I’m currently considering to start investing in Real Estate (mainly in residential rental), because interest rates are still low and the prices have declined significantly.
    I understand that the interest rates will not stay low for too long, that is why I think right now is a really good time to buy. However, if the housing price will continue to decline, should I wait a little longer?
    I guess the choice is between higher price with lower interest rates or lower price with higher interest rates. Which one is better for investor?

    • Yuliany,
      Even in this climate, there are still good deals to be found in real estate and which would remain good buys even if the market continues to decline. If you are new to the industry, I’d recommend that you get involved with a local real investment club and learn from people there.

      I don’t know where you live, but investments would be safer in less volatile markets like Texas and Colorado. If you will be investing in Florida, Vegas, California, and the like, you will want to be extra careful. Hope that helps.


  3. Alan,
    That’s a good take, but I am a bit more optimistic that entrepreneurial disruption will be quicker to succeed and that in turn will reinvigorate old money to become active. Competition is the number one thing that we can foster right now, in general, and in real estate, that will do the most to promote a rebound. I am betting that the accelerating rate of change makes prediction perilous but opportunity abundant. We have chosen a few key directions; we hope we are right.

    • Kevin,

      I hope that you are too. As the government gets more involved in every part of our life, that could affect the competitive landscape. Let’s hope that they don’t.

      Thanks for your comments.


  4. Prediction comes from mastery, and it’s really hard to master anything in the real estate business especially with today’s economy. Good point you made above Alan.

    M Stephanie

  5. Alan, I am CCIM and have been in this business for over 30 years. In my entire real estate investment career, I have never seen the opportunites I see in the market place today!. I see buys out there with some very, very attractive double digit cap rates. Turn around and value added opportunities abound! Interest rates are at an all time low ( owner financing) The normal flow of investment real estate sales and buys have been interrupted by this financial mess we are in. Sellers of good investment property are being forced to long term finance their property if the want to move it. I know a lot of investors in this market who are making buys none of us would have thought possible just a few years ago. If one is smart, knows their market and knows it well…..a world of riches is sitting there to be discovered and bought. Residentual rental demand is going thru the roof and is expected to continue for the remainder of this decade. Baron Rothschild when asked how he amassed his great fortune said,” Buy when the blood is running in the streets, Sell when they are beating your door down.” The blood is running in the street and a fortune is awaiting those that take advantage of these turbulent times.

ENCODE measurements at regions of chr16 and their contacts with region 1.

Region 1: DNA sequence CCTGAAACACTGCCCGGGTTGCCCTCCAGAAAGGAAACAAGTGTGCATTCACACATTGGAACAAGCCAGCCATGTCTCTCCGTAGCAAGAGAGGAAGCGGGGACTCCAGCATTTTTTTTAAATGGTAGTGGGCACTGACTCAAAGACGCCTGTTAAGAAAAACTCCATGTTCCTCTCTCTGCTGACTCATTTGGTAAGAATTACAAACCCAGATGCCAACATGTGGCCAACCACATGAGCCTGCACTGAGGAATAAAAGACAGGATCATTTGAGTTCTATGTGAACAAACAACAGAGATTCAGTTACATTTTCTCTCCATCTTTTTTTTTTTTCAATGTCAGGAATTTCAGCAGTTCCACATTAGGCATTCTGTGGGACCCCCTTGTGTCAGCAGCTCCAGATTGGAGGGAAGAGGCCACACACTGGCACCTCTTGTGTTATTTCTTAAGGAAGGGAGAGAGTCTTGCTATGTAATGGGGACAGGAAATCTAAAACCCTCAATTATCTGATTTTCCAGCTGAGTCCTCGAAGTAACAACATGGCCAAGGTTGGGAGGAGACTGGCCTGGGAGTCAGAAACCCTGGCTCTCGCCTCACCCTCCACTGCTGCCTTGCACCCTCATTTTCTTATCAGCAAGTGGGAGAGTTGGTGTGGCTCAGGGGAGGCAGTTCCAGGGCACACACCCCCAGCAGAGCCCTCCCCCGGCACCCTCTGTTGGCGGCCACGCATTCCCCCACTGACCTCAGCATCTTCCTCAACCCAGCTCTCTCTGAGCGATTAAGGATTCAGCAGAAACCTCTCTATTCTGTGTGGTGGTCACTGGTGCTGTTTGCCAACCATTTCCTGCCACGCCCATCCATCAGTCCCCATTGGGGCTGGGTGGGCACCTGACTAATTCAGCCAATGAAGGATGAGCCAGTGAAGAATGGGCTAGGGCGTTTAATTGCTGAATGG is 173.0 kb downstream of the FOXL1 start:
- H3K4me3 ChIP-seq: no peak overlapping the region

• Alan Noblitt

      Good job in making this economy work for you. As I pointed out, there are certainly opportunities for savvy investors.

      In my view, this downturn is less temporary than most people think. I hope that I’m wrong, but the fundamentals are too messed up to come out of this quickly. We are closer to a Japan-style recession than to the typical recessions of years past in the U.S.

      Only time will tell.


  6. Pingback: 10/31 Weekly Property Management News Roundup | Property Management Executive

  7. This is a hot potato fix and flip market and will be that way in my opinion for many years to come for reasons stated in the article and others. Savvy flippers stand to make tidy profits although I don’t see anyone getting particularly wealthy. Buy and hold right now may be a good strategy to take advantage of these rates however, that only holds true if the economy doesn’t move into hyperinflation (a strong possibility) which would almost certainly send rents in a downward spiral as history has shown housing percentage to income falls like a ton of bricks.

    • Shane,
      I think that you nailed it. We all know that inflation and higher interest rates are coming, but nobody knows when or how hard that they will hit. Most likely, nothing terrible will happen before the next election, so there are short term gains to be made.


  8. Alan,
    That’s a good take, but I am a bit more optimistic that entrepreneurial disruption will be quicker to succeed and that in turn will reinvigorate old money to become active. Competition is the number one thing that we can foster right now, in general, and in real estate, that will do the most to promote a rebound. I am betting that the accelerating rate of change makes prediction perilous but opportunity abundant. We have chosen a few key directions; we hope we are right.